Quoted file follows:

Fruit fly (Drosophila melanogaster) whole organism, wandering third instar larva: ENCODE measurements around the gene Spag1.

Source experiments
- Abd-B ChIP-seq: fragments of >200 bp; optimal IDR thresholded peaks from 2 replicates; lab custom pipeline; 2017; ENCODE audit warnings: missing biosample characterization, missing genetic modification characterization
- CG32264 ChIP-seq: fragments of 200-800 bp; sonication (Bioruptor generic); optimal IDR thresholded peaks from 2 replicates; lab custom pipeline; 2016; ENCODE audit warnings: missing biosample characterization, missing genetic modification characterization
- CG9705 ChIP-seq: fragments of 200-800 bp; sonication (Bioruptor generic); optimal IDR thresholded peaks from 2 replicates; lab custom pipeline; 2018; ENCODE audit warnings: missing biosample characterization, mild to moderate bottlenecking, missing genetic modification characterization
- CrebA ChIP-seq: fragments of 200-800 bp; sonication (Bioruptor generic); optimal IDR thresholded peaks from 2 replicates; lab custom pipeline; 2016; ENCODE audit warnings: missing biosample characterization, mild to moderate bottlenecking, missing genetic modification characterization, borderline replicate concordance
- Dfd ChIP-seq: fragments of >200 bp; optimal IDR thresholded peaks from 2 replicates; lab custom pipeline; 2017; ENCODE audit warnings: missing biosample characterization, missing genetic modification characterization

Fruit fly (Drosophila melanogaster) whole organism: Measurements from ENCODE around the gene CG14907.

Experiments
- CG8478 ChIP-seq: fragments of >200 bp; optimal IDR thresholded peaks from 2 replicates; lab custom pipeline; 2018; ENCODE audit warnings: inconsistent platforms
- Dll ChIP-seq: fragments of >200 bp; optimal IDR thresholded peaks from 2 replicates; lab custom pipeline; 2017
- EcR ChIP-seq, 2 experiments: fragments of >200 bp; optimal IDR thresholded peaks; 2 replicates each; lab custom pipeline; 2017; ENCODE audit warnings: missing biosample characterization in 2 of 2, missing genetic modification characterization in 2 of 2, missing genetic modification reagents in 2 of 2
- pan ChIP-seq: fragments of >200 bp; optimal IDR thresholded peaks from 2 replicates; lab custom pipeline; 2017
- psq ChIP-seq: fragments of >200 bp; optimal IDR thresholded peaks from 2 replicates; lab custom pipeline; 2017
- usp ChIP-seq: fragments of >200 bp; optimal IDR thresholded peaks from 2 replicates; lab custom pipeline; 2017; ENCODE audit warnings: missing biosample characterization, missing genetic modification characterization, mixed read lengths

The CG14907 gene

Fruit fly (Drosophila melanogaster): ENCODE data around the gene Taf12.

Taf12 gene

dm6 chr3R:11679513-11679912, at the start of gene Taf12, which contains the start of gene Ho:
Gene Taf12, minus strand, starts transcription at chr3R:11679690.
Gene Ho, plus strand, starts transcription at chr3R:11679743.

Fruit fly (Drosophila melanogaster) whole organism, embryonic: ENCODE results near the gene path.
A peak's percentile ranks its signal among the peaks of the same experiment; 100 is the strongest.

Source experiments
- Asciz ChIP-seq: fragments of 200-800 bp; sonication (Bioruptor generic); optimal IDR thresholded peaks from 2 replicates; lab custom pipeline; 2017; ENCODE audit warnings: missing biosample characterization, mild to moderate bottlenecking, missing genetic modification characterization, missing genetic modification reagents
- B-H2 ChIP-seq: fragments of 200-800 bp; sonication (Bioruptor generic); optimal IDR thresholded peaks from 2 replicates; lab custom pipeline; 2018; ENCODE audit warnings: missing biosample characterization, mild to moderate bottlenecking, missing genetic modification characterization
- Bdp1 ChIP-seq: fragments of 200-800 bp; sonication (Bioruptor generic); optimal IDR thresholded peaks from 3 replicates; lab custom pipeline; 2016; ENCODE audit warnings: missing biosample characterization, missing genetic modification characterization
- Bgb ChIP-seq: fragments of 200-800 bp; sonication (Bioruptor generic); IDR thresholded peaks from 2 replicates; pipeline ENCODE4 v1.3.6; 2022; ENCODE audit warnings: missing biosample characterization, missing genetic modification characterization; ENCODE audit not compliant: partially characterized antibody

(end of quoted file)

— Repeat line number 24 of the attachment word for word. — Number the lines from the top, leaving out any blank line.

Source experiments